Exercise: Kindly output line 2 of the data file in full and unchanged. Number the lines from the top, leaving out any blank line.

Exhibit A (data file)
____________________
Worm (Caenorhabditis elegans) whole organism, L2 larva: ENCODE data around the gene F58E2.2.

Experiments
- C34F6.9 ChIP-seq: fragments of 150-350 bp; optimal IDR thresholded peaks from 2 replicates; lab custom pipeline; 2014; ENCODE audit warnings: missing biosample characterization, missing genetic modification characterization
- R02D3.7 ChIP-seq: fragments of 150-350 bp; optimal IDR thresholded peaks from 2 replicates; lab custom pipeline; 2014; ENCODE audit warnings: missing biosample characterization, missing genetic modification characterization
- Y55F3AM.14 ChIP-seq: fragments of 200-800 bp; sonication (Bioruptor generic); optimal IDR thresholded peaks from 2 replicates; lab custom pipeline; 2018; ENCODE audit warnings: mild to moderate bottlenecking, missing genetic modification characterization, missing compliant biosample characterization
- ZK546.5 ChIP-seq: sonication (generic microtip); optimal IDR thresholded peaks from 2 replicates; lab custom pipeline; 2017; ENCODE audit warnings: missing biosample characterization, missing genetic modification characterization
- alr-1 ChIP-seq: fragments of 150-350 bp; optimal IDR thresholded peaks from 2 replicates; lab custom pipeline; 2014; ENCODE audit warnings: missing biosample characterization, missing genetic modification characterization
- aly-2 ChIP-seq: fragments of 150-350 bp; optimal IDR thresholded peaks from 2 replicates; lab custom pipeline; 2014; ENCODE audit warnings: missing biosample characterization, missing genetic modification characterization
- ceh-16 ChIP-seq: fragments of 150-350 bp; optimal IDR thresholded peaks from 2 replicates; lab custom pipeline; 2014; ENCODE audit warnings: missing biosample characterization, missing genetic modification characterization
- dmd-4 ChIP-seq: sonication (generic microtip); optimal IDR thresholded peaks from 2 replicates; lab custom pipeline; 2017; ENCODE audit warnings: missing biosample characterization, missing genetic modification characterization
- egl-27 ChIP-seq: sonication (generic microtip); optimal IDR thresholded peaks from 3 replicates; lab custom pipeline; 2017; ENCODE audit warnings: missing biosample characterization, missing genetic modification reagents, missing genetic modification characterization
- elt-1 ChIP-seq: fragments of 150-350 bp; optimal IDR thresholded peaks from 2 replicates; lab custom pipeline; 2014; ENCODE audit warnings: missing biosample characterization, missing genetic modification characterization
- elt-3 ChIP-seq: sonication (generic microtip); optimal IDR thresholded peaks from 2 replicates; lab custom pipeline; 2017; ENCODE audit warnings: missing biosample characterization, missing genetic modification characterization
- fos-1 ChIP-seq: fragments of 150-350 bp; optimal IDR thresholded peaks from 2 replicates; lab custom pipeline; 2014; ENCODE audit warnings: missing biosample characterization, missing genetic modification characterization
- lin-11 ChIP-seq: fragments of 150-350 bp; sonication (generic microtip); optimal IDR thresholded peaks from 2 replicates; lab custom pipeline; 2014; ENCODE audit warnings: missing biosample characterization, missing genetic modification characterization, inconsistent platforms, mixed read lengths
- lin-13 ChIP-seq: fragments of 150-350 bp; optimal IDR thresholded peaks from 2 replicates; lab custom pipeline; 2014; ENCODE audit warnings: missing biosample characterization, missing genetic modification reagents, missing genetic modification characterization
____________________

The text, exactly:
Experiments